The fallout. Year after year. Potential unreached, business unfinished. Then ...
They reach a level of basketball no other team seems to reach. They play a brand of basketball no other team can play. They become heroes, gods of the moment. Sheed is everyone's favorite player. Smooth and Rip are one of the best guard tandems ever.Then ...
The arrogance sets in, and that typical Pistons malaise begins. You know, when they start playing down to the level of their competition. When they allow a sub-.500 team, the Sixers, to take a 2-1 lead in the first round after they supposedly learned their lesson in last year's playoffs by losing to a one-man team called LeBron after being up 2-0. And right when you are about to give up on them, about to claim another team as your own, Tayshaun makes a thaumaturgic block, and you are hooked again! Sucked back into believing that this a team of destiny and dynasty. That no team -- even one with Shaq and Kobe on it (remember 2004?) -- can beat them. And they prove you right. Then ...
To read Scoop's full column, click here.
Despite having just a 1.7 percent chance of landing the top pick, the Chicago Bulls moved up from the No. 9 spot to win the NBA draft lottery on Tuesday night. Here are the biggest turnarounds by teams that selected first.
Michael Beasley or Derrick Rose?
|Year||Team||No. 1 Pick||Improvement|
Kevin Garnett, Celtics forward: There were six All-Stars on the floor for Game 1, but none of them performed on the same level as KG, who put up 26 points, 9 rebounds and four assists.
Rasheed Wallace, Pistons forward: He missed all three of his attempts from deep, knocked in just 3-of-12 overall and finished with 11 points and 5 rebounds. Going head-to-head with Garnett, that isn't going to get it done.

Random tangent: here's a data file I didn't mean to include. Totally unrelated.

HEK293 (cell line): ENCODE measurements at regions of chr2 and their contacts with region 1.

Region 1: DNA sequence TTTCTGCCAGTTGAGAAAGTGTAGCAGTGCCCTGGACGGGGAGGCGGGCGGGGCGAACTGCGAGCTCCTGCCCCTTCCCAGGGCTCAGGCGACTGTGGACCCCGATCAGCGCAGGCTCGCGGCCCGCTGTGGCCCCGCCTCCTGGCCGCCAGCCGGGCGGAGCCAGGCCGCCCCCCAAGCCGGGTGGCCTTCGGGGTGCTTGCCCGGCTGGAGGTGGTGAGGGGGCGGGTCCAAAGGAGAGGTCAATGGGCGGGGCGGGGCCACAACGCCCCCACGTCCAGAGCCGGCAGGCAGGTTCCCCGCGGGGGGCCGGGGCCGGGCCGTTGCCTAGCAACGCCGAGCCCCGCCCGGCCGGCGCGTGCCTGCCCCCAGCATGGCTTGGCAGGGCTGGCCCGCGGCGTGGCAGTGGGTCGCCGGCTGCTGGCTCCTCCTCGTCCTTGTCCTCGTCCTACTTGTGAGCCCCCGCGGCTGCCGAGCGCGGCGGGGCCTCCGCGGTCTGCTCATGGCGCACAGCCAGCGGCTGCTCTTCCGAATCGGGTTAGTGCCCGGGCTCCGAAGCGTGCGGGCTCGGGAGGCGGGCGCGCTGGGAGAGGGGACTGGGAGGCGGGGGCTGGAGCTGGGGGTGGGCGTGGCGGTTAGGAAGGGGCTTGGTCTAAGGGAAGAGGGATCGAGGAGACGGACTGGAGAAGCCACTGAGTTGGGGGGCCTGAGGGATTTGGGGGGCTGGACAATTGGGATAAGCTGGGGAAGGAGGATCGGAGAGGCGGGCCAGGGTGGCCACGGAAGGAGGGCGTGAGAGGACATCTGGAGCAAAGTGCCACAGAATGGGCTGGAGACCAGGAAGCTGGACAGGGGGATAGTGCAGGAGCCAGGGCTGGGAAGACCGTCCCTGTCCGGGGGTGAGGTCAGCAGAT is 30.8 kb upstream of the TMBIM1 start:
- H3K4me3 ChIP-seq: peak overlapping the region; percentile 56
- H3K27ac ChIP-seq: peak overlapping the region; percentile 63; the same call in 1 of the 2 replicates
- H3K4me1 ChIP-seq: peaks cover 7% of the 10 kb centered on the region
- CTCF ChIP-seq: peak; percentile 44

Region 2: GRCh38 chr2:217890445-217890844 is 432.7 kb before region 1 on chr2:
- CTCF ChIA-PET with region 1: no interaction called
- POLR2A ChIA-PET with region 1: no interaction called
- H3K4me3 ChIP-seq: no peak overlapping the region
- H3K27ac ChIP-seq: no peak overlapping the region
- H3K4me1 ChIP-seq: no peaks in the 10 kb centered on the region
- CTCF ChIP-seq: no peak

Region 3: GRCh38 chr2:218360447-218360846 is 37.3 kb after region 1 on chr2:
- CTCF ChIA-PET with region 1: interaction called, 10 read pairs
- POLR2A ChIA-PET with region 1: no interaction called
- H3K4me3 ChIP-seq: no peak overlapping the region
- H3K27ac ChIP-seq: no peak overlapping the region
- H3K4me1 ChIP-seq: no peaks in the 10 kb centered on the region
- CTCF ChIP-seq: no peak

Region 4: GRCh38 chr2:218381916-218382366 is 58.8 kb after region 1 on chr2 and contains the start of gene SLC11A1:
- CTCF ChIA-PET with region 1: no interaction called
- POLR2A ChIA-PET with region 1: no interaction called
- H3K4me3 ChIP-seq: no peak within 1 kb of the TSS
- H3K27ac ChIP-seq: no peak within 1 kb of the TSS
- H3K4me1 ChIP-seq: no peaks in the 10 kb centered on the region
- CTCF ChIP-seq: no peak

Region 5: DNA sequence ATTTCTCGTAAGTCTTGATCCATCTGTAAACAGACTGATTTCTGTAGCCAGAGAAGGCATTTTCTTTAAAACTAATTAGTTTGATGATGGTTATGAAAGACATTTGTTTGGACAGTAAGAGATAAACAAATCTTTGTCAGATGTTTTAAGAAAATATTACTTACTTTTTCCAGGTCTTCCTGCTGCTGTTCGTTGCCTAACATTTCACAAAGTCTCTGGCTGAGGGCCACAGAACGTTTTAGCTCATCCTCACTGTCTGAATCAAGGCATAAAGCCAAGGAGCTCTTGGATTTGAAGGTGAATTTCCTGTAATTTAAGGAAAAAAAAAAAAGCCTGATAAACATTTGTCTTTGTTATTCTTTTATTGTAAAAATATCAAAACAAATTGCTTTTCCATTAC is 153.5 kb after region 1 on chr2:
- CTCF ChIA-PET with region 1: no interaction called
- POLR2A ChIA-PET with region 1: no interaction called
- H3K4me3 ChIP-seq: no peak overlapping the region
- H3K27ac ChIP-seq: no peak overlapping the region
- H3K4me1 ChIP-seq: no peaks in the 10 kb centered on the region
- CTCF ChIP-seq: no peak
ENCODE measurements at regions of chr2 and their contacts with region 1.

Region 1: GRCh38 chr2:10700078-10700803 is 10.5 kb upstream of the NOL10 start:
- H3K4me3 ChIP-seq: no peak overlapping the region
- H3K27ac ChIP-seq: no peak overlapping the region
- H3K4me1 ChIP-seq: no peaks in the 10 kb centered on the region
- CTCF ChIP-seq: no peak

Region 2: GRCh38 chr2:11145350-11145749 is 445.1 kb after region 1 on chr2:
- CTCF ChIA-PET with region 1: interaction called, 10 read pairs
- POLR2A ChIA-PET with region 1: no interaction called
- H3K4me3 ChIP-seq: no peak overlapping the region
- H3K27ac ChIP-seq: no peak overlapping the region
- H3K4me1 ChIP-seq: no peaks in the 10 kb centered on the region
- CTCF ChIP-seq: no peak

QUOTE OF THE NIGHT
"I believe in him. I play him. I'm going to keep playing him. I told him before the game, 'Stop worrying about them. Make them worry about you, too. You're a hell of a basketball player.'"
-- Celtics coach Doc Rivers on his advice to point guard Rajon Rondo
-- Maurice Brooks
One game into the conference finals, Detroit has a lot to be worried about. There was the quiet night from Chauncey Billups and the question of whether the lingering effects of his hamstring injury had anything to do with it. There was the elbow Richard Hamilton aimed at Kevin Garnett's head, which may result in discipline once Stu Jackson gets a look at the tape.
And then there's the little fact that the Pistons couldn't get anywhere near the basket.
Partly, this is because of how they play. Detroit has been a jump-shooting team all year, as players like Hamilton, Tayshaun Prince and Antonio McDyess tend to shoot the midrange J rather than go hard to the rim.